Power outages, traffic accidents as well as train and flight delays have left Swedes reeling from Thursday’s snowstorm, which forecasters say isn’t over yet.
The Local, 17 December 2010
“Slippery conditions will continue across the country. There is already a lot of snow on the roads,” SMHI’s Elin Torstensson told the TT news agency.
She explained that Sweden has experienced more cold days and more snow than is normal for December.
“There were a number of days in a row with below-freezing temperatures, so called ice days. And that we have that before Lucia (December 13th) hasn’t happened in more than 100 years,” she said.
In Örnsköldsvik in eastern Sweden, 2,300 customers of the Vattenfall power company were without electricity for several hours overnight. As of 7am Friday morning, about 1,000 households remained in the dark.
And an additional 1,000 homes lost power in Västerbotten in northern Sweden in the wake of the storm, which dumped a blanket of thick snow on much of the country.
However, according to Vattenfall spokesperson Magnus Örvell, the outages were likely caused by the storm’s heavy winds.
The fierce winds and continued snow also caused problems at many of Sweden’s airports, according to airport operator Swedavia.
Passengers are encouraged to contact their airlines for the latest information about possible delays.
Rail service was also affected by the storm. In Skåne in southern Sweden, trains traveling between Malmö and Lund were replaced with buses, and other trains were redirected via the Lommabanan route, according to the website of the Swedish Transit Authority (Trafikverket).
Trains traveling between Ängelholm and Båstad in western Sweden are experiencing 25 minute delays because of switching problems, while track problems have resulted in buses replacing trains between Karlskrona and Emmaboda in southern Sweden.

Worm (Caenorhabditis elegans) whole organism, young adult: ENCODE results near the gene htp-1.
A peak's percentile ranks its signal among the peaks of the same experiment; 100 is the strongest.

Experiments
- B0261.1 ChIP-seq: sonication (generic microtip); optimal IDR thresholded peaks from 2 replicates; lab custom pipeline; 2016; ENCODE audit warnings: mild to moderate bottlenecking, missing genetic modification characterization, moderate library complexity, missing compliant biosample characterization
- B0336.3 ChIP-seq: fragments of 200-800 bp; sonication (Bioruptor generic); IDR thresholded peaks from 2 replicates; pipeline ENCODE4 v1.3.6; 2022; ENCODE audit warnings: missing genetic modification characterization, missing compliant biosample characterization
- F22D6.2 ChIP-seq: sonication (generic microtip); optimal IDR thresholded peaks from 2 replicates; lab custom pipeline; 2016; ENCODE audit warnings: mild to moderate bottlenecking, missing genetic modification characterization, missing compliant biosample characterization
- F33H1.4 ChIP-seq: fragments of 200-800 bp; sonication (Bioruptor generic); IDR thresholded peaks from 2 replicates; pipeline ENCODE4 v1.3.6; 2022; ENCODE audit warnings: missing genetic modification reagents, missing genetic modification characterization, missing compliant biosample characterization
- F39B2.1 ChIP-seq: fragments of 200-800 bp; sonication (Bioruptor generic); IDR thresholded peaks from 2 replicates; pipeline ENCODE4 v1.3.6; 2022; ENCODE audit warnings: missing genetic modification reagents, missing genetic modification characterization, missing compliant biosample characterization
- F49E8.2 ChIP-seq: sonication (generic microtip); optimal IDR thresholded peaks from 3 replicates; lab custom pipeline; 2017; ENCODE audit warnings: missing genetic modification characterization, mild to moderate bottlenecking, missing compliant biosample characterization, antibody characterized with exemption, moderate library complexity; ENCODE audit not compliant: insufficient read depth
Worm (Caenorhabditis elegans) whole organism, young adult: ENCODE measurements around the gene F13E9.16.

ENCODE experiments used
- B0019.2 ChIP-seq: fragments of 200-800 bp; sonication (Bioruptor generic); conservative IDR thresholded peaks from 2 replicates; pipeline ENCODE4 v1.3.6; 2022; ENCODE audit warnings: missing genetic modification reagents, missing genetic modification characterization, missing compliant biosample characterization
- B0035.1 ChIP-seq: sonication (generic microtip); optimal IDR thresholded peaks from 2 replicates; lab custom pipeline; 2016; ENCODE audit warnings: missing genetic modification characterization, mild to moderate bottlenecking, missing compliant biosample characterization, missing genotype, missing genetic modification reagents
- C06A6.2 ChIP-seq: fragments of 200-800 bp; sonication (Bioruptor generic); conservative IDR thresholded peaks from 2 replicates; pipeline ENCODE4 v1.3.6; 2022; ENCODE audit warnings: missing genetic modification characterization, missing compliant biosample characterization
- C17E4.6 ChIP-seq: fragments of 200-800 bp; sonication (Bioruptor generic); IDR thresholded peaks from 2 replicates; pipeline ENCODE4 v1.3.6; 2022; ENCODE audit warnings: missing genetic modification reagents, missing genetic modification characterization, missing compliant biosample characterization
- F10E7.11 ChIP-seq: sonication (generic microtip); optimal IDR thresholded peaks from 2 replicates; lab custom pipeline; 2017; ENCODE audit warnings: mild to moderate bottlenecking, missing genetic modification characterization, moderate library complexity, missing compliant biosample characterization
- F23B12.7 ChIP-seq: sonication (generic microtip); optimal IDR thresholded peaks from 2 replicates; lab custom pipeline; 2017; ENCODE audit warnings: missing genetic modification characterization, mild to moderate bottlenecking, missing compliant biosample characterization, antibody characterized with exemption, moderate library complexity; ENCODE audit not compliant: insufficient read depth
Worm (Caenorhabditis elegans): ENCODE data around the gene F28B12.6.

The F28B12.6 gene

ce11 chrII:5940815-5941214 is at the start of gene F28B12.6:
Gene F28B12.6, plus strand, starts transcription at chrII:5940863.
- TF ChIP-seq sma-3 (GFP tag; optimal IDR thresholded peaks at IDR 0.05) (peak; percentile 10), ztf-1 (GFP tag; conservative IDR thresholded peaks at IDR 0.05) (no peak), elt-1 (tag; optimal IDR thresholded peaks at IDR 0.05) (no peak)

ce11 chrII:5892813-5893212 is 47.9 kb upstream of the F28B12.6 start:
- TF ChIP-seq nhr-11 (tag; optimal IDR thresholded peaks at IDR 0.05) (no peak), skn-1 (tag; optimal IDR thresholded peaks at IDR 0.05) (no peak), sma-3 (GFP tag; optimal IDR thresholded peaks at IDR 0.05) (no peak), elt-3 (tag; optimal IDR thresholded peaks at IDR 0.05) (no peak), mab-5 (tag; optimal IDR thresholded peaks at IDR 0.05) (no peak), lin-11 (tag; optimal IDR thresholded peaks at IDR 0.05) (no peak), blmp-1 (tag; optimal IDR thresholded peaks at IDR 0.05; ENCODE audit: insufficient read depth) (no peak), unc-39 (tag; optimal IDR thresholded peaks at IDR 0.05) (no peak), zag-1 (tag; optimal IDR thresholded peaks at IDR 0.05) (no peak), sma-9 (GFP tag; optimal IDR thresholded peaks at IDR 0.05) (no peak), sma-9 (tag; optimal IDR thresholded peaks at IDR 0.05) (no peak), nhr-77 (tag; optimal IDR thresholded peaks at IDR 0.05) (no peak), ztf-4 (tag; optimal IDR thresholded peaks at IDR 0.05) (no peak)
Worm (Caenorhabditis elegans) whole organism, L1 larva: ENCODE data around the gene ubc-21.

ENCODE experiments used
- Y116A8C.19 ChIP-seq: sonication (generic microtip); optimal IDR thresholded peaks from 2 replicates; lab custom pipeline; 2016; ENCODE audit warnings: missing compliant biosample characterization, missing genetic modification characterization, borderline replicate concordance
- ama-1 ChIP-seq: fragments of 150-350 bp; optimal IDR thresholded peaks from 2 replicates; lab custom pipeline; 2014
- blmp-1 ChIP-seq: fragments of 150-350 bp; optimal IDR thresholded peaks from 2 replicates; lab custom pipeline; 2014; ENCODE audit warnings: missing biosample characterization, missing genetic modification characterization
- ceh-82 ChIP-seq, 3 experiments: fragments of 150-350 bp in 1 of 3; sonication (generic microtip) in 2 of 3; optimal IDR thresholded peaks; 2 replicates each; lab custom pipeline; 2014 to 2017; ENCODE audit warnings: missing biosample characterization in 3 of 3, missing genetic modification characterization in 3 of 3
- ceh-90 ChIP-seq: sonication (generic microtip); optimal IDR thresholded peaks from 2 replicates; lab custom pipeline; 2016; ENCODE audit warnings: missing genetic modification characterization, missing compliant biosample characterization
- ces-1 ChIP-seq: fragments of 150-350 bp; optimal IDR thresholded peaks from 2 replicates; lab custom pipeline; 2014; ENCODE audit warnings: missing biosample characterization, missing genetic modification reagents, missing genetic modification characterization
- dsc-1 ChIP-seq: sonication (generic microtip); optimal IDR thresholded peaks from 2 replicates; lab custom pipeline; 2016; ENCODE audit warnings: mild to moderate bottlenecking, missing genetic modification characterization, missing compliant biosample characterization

Swedish motorists also had trouble dealing with the wild winter weather. A long-haul truck slid off of route 56 north of Heby in central Sweden. While no one was injured, the road was blocked as crews struggled to clear away the trucks spilled load of gas canisters.
Outside of Luleå in northern Sweden, a school bus collided with a logging truck on Thursday, sending eight children to hospital for observation.
In Skåne, around 35 accidents were reported on Thursday, five of which resulted in injuries.
Meteorology agency SMHI has issued a class 1 warning covering all of northern Sweden due to the large amounts of new snow, combined with the strong winds.
The agency also forecasts that the snow will continue throughout much of the country on Friday.
Snow showers are expected to continue throughout the weekend over parts of Götaland and southern Svealand in central Sweden, with light flurries forecast for the north of the country.
“We’re expecting about five centimetres of new snow,” said SMHI's Torstensson.
Temperatures on Saturday are expected to range from a few degrees below freezing in Götaland to -25 Celsius in the far north, before cooling somewhat on Sunday when temperatures in the northern Sweden may dip down to 35 degrees below zero.